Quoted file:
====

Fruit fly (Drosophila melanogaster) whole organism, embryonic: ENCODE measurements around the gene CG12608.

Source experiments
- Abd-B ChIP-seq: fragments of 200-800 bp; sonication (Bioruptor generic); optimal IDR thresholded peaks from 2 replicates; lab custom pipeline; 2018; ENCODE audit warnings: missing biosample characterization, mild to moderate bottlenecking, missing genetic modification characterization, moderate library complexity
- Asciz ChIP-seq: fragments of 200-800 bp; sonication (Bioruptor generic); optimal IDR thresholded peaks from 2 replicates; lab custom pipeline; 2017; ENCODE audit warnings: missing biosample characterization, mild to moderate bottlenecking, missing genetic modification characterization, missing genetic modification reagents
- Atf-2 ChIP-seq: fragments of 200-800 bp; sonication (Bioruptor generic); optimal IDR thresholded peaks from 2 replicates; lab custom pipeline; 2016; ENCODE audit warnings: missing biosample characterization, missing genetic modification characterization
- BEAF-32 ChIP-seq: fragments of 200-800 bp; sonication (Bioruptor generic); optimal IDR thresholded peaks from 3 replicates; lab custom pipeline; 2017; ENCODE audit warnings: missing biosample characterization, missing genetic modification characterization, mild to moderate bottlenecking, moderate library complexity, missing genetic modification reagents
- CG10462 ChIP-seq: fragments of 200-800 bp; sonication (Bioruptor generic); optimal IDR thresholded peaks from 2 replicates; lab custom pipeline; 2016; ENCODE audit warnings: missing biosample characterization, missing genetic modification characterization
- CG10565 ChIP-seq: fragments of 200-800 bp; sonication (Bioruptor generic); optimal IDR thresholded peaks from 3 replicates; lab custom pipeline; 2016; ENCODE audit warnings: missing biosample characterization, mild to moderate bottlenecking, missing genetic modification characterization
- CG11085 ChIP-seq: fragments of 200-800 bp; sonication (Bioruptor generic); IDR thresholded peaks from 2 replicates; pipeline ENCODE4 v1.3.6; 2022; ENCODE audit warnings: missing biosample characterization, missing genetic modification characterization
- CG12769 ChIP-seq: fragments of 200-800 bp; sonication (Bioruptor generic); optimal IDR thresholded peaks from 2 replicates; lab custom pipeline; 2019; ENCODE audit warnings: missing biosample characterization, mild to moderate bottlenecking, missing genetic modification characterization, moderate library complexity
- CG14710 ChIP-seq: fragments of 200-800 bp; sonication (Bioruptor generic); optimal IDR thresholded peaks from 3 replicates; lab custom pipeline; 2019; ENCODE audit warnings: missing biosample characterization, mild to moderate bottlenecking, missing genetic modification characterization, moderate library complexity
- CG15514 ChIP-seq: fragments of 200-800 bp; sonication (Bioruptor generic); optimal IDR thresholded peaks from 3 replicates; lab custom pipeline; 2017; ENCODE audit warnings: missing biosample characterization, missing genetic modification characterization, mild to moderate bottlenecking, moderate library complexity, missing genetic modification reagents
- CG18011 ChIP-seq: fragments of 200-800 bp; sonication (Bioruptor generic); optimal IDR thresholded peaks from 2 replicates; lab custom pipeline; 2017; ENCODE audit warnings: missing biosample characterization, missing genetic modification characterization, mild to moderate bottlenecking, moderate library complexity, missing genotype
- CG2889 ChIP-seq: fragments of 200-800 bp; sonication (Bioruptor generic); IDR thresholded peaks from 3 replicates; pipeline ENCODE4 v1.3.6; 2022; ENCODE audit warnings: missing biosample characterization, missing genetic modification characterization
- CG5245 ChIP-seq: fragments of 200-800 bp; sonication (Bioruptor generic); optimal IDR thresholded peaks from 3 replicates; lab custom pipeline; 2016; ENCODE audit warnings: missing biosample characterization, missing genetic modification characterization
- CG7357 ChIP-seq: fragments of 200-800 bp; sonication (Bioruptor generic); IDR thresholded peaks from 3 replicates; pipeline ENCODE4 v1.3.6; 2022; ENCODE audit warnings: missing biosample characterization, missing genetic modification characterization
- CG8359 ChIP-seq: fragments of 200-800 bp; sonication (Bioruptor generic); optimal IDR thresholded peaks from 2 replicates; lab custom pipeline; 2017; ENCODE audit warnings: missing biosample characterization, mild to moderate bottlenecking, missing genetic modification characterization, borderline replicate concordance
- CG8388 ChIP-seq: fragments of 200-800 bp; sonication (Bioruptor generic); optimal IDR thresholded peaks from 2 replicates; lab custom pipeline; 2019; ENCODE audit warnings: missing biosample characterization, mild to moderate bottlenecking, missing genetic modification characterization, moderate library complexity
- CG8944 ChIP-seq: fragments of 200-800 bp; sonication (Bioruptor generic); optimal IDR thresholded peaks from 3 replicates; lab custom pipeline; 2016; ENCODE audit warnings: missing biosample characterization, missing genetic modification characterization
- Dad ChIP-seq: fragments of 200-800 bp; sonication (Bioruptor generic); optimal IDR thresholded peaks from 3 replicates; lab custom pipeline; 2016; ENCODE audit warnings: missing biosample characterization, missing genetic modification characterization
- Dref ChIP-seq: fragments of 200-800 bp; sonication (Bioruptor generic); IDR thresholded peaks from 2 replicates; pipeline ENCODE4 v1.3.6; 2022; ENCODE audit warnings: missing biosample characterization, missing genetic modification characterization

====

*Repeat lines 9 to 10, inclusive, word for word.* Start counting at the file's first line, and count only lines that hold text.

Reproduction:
- CG11085 ChIP-seq: fragments of 200-800 bp; sonication (Bioruptor generic); IDR thresholded peaks from 2 replicates; pipeline ENCODE4 v1.3.6; 2022; ENCODE audit warnings: missing biosample characterization, missing genetic modification characterization
- CG12769 ChIP-seq: fragments of 200-800 bp; sonication (Bioruptor generic); optimal IDR thresholded peaks from 2 replicates; lab custom pipeline; 2019; ENCODE audit warnings: missing biosample characterization, mild to moderate bottlenecking, missing genetic modification characterization, moderate library complexity